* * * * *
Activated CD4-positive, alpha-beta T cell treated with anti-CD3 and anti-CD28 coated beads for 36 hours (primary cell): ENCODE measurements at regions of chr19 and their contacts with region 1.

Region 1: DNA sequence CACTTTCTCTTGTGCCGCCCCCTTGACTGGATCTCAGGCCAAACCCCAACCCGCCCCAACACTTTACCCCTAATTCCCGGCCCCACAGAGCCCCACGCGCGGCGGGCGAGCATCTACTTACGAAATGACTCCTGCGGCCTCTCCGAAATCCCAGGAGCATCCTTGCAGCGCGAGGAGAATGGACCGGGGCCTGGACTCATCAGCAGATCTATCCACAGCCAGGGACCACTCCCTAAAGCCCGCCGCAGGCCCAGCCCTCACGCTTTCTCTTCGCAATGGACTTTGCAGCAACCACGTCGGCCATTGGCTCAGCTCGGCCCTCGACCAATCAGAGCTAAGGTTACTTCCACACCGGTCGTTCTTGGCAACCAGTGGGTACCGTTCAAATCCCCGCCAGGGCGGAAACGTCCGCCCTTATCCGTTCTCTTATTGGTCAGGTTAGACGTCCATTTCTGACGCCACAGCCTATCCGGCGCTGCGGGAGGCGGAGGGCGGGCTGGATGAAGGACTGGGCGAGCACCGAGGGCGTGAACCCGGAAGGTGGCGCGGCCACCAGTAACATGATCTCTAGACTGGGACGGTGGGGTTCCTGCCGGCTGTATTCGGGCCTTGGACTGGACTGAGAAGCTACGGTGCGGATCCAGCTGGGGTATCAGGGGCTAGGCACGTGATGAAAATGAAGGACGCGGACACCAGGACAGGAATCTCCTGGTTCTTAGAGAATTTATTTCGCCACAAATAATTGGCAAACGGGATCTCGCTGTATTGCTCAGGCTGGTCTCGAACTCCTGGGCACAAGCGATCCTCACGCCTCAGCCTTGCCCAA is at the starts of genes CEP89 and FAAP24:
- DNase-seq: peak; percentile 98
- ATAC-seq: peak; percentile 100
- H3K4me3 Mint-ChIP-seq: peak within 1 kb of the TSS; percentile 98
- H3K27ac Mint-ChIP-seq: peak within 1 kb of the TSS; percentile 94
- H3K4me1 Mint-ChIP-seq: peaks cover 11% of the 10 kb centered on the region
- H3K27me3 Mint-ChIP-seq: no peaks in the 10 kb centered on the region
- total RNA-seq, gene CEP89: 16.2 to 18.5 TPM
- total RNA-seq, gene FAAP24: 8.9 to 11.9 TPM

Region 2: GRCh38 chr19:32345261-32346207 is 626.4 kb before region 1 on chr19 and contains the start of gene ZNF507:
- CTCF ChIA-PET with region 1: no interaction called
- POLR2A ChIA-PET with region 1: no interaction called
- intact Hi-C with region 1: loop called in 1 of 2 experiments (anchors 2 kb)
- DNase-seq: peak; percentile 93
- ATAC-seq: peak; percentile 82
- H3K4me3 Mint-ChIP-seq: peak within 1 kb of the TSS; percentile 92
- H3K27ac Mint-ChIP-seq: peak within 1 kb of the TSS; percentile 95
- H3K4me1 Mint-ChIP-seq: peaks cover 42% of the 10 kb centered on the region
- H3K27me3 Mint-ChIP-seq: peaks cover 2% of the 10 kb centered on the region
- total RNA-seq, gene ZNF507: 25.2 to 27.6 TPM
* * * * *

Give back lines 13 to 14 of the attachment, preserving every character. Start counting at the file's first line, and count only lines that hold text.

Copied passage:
- POLR2A ChIA-PET with region 1: no interaction called
- intact Hi-C with region 1: loop called in 1 of 2 experiments (anchors 2 kb)